But I think that the latest developments are found in the Slender Club, which is a group of Japanese TRI adepts. They're quite fanatic in downsizing and miniaturization to the absolute limits, 3F coronary angiography, sheathless 4F PCI. Saito calls that "Virtual 2F." And this is a very active group: they meet several times per year and they challenge each other to show the most complex cases via most downsized systems. You can't imagine the complexity of the cases that they are doing with miniaturized materials, and I have the impression that the Japanese companies are very actively developing materials for this Club. So, from that corner of the world, we are getting from Japan, I think, the best materials at the moment, the best guides, the best wires, the best balloon systems, the best stent systems, it's really quite impressive what they are doing.

Q: Speaking of international spread, while the U.S. is gaining in acceptance of transradial, it's still well behind everybody else.
Dr. Kiemeneij: It took a long time before 6F guides were generally accepted in the U.S., while in Europe everyone was already actually working with 6F. I don't know exactly why. With everything we have today, you can have over 90% transradial practice if you want. But it's not only in the U.S., also Australia, New Zealand, there are also European countries that are far behind -- Switzerland, Germany until recently-- so there's an enormous variability in the application of transradial approach.

Q: We talked about the wide variability in where TRI is practiced. Why is that?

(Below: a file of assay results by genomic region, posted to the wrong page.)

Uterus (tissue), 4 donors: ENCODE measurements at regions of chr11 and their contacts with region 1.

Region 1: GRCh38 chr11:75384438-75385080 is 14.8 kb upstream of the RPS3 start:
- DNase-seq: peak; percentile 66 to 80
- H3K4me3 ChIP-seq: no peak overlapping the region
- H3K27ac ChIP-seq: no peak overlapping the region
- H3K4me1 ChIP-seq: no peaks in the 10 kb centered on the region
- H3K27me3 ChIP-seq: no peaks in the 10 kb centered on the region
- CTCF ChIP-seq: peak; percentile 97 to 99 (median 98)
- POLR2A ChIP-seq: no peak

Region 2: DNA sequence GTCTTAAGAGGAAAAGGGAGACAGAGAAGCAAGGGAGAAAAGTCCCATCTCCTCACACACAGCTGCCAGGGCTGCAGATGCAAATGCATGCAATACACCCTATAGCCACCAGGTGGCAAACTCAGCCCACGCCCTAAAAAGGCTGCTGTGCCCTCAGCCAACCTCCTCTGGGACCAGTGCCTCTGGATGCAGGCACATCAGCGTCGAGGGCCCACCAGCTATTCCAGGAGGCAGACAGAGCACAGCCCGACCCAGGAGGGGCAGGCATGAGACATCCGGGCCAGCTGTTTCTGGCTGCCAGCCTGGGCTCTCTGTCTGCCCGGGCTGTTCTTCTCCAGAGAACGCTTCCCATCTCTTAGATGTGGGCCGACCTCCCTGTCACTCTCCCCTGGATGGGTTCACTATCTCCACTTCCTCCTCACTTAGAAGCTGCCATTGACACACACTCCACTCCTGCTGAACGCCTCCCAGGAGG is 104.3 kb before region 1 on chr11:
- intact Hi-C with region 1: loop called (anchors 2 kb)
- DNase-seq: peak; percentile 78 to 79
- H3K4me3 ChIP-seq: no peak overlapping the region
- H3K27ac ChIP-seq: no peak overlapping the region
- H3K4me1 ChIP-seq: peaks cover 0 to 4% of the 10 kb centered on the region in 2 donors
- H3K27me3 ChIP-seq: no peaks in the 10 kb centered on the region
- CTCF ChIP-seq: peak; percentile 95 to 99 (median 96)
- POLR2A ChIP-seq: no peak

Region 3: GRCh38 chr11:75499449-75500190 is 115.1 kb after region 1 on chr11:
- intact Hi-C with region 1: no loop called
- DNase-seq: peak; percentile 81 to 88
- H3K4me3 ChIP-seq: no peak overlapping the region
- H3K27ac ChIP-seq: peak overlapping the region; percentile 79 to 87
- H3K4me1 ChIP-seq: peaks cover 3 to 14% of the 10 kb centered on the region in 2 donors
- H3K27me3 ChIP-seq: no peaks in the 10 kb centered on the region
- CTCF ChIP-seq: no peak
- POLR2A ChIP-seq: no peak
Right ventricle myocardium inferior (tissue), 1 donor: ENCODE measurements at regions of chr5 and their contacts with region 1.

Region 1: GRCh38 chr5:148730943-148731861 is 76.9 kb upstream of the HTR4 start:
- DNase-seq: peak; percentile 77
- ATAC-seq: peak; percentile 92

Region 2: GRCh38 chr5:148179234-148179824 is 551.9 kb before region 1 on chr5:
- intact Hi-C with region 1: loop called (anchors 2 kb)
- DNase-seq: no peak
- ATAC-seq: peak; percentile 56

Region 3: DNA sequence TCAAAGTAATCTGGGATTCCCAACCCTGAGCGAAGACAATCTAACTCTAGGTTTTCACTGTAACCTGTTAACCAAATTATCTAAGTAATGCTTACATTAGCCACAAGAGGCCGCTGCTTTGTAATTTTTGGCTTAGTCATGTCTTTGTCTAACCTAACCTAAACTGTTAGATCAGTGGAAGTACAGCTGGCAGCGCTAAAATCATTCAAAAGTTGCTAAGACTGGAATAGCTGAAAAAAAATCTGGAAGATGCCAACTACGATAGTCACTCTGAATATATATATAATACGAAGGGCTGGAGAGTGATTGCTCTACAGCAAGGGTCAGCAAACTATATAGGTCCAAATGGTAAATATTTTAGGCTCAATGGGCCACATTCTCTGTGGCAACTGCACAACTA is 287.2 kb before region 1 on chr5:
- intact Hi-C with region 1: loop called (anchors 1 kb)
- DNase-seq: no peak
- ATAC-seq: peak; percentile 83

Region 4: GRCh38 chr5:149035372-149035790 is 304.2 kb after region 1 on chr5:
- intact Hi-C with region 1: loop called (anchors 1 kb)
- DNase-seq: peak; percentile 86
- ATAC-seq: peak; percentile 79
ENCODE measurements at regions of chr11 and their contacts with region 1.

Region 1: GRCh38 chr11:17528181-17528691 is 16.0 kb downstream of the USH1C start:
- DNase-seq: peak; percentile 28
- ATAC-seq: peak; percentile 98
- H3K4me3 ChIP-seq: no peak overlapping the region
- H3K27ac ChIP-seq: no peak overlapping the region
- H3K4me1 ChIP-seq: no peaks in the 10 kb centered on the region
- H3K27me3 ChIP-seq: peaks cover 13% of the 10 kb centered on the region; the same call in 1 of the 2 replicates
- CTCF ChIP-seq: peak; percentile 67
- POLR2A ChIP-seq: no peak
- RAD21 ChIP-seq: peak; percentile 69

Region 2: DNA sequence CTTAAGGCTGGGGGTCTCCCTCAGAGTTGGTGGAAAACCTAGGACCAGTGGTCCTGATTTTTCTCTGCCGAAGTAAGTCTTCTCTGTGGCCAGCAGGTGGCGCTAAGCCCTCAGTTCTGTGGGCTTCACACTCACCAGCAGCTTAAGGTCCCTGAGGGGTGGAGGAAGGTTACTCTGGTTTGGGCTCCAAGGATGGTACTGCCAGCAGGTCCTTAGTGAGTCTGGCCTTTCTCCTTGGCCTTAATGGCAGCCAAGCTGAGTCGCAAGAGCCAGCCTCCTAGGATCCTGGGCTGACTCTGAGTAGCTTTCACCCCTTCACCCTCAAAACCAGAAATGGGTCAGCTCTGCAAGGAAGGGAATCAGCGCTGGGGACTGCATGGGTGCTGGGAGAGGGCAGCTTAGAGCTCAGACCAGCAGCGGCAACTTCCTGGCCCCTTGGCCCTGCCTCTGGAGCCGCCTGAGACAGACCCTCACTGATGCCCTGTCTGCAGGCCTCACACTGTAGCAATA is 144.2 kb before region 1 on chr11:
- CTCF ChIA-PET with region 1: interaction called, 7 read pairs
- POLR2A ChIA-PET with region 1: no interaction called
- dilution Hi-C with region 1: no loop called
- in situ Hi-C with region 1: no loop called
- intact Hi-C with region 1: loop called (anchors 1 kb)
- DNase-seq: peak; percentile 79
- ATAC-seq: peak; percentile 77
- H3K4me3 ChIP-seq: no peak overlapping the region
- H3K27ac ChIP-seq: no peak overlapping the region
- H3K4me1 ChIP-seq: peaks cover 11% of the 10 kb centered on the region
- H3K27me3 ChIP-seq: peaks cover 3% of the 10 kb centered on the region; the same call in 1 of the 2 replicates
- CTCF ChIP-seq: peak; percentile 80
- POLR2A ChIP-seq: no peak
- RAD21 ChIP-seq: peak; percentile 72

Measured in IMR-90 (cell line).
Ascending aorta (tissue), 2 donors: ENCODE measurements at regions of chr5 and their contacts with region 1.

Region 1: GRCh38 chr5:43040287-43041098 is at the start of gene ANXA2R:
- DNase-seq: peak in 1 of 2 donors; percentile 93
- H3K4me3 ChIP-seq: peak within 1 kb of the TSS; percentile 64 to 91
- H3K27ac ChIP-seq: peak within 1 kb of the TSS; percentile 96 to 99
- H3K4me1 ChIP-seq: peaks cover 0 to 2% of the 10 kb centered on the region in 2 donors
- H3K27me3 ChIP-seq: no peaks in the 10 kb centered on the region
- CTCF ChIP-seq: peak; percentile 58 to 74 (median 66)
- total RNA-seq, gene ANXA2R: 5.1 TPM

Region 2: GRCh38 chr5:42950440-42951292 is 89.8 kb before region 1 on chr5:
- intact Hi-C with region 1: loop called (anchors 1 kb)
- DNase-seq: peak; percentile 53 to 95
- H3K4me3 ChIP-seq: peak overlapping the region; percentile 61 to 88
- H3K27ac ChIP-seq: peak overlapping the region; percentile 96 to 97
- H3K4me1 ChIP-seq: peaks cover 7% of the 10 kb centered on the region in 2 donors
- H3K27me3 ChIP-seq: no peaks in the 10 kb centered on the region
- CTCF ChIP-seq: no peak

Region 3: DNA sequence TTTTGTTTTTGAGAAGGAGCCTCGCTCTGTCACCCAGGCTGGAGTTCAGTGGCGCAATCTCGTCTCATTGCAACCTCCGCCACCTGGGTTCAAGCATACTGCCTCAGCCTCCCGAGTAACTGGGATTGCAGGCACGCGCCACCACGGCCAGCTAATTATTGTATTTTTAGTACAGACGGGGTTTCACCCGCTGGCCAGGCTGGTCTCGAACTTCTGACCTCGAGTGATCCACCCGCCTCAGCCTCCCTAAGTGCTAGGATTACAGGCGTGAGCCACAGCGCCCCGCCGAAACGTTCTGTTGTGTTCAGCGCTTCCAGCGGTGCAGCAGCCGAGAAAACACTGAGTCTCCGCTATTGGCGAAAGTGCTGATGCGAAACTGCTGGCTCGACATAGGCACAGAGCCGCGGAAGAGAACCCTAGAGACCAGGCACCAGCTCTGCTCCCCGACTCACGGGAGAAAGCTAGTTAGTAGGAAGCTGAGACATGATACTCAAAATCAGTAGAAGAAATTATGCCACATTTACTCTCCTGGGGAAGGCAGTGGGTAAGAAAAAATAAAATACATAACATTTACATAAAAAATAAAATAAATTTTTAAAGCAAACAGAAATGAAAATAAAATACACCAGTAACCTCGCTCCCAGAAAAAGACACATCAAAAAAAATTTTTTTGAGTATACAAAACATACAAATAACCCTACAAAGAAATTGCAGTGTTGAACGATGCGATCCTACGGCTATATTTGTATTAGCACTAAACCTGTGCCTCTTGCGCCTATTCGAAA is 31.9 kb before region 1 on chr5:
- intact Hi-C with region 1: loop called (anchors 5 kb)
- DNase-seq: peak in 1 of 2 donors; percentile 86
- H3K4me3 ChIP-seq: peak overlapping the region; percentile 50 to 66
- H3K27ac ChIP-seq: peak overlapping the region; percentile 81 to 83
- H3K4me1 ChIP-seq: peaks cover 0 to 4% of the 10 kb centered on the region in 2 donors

Dr. Kiemeneij: I think one of the most important reasons is that you need to make TRI a routine practice in your clinic, otherwise you're not going to be very successful for you or your patients, and your nursing staff is not going to like it.

It's not easy. Femoral approach is technically a lot easier. Personally, I was surprised by the problems you could encounter during a transradial PCI. Getting to the coronaries is sometimes already quite a procedure. You have to cope with tortuosity, maybe some narrowings, calcifications, spasm. But, with routine, everything gets easier, and a fast and a smooth procedure will be noticed by the patient.

I understand that in the United States there are some very small practices that do 50 or 100 PCIs per year. I don't think you can ever be successful if you are doing a few PCIs per year by the radial. I'm sure of that.

Q: But once TRI becomes easier to do, when it becomes routine, isn't it also safer?
Dr. Kiemeneij: Now the results of the RIVAL study, the RIFLE-STEACS from Italy, the MORTAL study from David Hilton in Canada, and more and more data are pointing towards mortality reduction, especially in transradial PCI for acute coronary syndromes. And if that's true, if you reduce mortality, we're not talking just about patient comfort any more, which is a relatively soft endpoint, but we are talking about very, very hard data. So, that's going to be the discussion sooner or later. "Why didn't your doctor do a radial procedure, because we all know that it's safer?" Suppose that's going to be the argument? That will actually change practice. But, those are hard scientific data that, according to me, still are not there, but I'm sure they are coming, and sooner or later we'll know that.